Engines of Desire: Tales of Love & Other Horrors

HT: Going along with the above, name an author(s) (either new or old) who you think does not get the attention they deserve, and everyone should be reading.

RG: There are plenty of writers who are now all but forgotten because their work is no longer en vogue. On the one hand this is sad, but on the other hand, for the die-hard connoisseur there is a singular joy to digging into the genre’s past and “unearthing” these obscure writers. It’s akin to wandering in a foreign land and suddenly encountering someone who speaks your language. Such discoveries keep people seeking for rarer and rarer treasures, so I’ll leave the reader to unearth these old companions on their own. Obscurity in the contemporary field, however, is a different animal. This kind of attention-deficit can do real harm to a writer’s sense of self-worth. I know a little something of this myself. One current writer whose work is criminally overlooked is Matt Cardin. His short stories and essays are superb examples of the kind of thoughtful, deeply textured Horror that I personally love. Matt’s collection DARK AWAKENINGS was one of the best I’ve read in years.

Dark Awakenings

Revenants

HT: Name 2 or 3 of your favorite horror, fantasy, genre, etc., short stories

RG: “Professor Nobody’s Little Lectures on Supernatural Horror” by Thomas Ligotti, “The Hound” by H.P. Lovecraft, “The Willows” by Algernon Blackwood.

[ The wonderful folks at Lovecraftzine have an audio reading of 'The Hound". Swing by and give a listen here.]

HT: Anthologies are usually theme based, so you have your Poe anthologies, or Lovecraft etc. If you could do a short story for such an anthology, if you could decide/choose, what would the anthology be about.

RG:I would love to see a hefty anthology that features not short stories, but accounts from various writers, past and present, detailing their most vivid, unworldly nightmares. It would be a kind of frightening and intimate dream journal, but by many dreamers instead of one.

HT: Name 5 Favorite films, horror or otherwise.

RG: I’ll squeeze in six titles if I may. Films that have had a lasting impact on me are BEYOND DREAM’S DOOR, BORN OF FIRE, DIVINE HORSEMEN: THE LIVING GODS OF HAITI, ROSEMARY’S BABY, MEETINGS WITH REMARKABLE MEN, and Carl Dreyer’s VAMPYR.

Divine Horsemen:The Living Gods of Haiti: A Film by Maya Deren

Beyond Dream’s Door (Special Edition)

Vampyr (The Criterion Collection)

HT: What do you think can or should be done to get more writers producing genre fiction, and more importantly to get more of the public reading genre fiction

RG: Nothing whatsoever. In fact, I don’t want ANY writers producing genre fiction. This may sound hypocritical coming from a writer who has always identified himself as a Horror writer, but the Horror fiction that is most valuable to me is the kind born of Horror writers, not of writers who sometimes wrote Horror as a mere literary convention.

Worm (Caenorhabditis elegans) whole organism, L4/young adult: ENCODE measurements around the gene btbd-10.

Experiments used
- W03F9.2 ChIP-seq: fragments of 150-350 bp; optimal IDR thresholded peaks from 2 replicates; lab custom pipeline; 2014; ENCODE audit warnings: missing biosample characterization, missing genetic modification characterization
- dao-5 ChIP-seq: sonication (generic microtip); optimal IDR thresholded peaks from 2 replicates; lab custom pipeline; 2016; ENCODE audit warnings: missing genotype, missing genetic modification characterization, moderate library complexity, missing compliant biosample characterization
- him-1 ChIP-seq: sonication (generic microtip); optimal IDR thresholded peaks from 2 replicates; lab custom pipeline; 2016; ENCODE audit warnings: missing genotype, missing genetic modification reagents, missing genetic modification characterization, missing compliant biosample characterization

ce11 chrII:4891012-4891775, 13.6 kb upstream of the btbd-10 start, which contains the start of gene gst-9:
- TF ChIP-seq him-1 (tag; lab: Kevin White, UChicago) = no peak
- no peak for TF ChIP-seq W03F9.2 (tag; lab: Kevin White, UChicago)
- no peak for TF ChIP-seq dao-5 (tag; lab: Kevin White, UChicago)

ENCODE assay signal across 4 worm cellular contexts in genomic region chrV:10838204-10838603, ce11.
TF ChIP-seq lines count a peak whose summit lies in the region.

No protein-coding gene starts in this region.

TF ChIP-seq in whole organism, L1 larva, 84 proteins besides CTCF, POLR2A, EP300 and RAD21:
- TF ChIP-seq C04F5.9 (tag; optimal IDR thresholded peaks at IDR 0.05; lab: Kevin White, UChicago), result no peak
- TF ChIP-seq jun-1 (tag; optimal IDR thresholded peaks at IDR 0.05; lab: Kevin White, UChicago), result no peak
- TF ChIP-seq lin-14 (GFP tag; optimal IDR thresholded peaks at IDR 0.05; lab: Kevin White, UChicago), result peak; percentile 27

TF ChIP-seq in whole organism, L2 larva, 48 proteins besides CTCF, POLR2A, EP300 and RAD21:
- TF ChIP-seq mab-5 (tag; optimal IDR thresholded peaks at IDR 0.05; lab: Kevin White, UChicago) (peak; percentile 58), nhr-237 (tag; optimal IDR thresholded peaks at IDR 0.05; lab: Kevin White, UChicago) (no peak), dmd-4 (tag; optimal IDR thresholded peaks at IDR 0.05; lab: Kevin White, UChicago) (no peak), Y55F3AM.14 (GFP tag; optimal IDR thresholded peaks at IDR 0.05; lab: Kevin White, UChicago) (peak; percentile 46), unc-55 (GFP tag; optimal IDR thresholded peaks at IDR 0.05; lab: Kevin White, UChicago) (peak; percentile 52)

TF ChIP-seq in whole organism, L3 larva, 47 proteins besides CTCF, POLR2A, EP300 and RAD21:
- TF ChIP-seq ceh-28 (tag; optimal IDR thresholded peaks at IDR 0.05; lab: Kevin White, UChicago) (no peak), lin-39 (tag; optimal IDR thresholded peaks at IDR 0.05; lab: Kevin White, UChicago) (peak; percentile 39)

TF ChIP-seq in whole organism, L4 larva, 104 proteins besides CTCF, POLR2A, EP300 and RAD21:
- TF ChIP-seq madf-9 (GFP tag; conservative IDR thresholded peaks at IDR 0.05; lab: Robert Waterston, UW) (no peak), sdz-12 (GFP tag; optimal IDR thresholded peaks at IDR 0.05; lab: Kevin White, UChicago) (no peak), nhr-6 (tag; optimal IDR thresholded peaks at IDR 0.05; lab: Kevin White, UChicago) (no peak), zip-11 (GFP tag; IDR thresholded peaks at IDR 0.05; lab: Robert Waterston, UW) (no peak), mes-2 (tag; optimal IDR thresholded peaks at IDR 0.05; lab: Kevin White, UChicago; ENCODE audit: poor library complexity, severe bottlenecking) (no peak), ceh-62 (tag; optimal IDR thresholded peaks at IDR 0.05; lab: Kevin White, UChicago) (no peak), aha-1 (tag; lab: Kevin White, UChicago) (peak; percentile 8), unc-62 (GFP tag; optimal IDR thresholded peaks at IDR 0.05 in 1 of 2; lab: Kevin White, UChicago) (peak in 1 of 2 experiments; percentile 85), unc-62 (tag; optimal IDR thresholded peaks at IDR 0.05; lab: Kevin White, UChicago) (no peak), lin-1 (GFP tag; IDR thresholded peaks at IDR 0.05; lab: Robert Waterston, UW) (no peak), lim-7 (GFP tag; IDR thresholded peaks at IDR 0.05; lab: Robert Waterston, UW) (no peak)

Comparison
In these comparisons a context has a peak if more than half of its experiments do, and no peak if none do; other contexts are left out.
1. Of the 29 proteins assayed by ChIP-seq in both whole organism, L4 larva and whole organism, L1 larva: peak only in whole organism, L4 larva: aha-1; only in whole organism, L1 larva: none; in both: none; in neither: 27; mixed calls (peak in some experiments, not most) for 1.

The Horror-as-genre mentality creates a very tepid construct, one that overflows with cliches and stock images. A great deal of Horror is unreadable to me because I can tell when it’s been written by a jack/jill-of-all-trades writer who paid a quick visit to that dark country for whatever reason (to amuse themselves, there was an open market, they just need to write every day, etc.). They write something “scary” (often
trying to achieve little else) and then they leap back to space operas or social realism or dragon fantasies or what have you. It’s all just genre-jumping. Many writers are praised as being diverse for doing this,
but I don’t care about diversity. I want a singular vision. I don’t want to hear from the tourists of Horror who found the setting strange or quaint. I want to hear from the lifelong residents, the ones who were born there.

Personally, I don’t toy with genre elements or try my hand at dozens of styles as a creative exercise. When I write, I am conveying reality as a I see it. Period. Yes, of course there are obvious dramatic embellishments, and yes, I have the same drudgery in my day-to-day routine as you do, but ultimately I view the world through a glass darkly, if you will. For as long as I can remember, my psyche has resided in the Underworld. I’m quite happy this way. My stories are a manner of “dramatic footnote” to my life experiences; a more public communication perhaps, but not fundamentally different from the diaries and dream journals I keep.

I never try to “write dark.” I experience the world in a Gothic manner and I write what I find moving and beautiful and eerie. Therefore, the writers with which I feel the strongest resonance are the ones who spent their lives conveying *their* vision of reality — Lovecraft, Baudelaire, Ewers, Maupassant, Ligotti, et. al. Thomas Ligotti once referred to these writers as “mutants,” which is as good a description as any. I don’t care if your personal vision is scary or not. Just don’t be ordinary.

The Nightmare Factory

Of course this is not the best stance to adopt if one hopes to strike it rich as a Name Author. The less conventional your fiction, the greater your chances of professional disaster and heartache. But I honestly have no interest in producing fiction simply to entertain. There should be engagement and pleasure, yes, but not pat amusement. If there’s no fire behind the story, I simply won’t write it.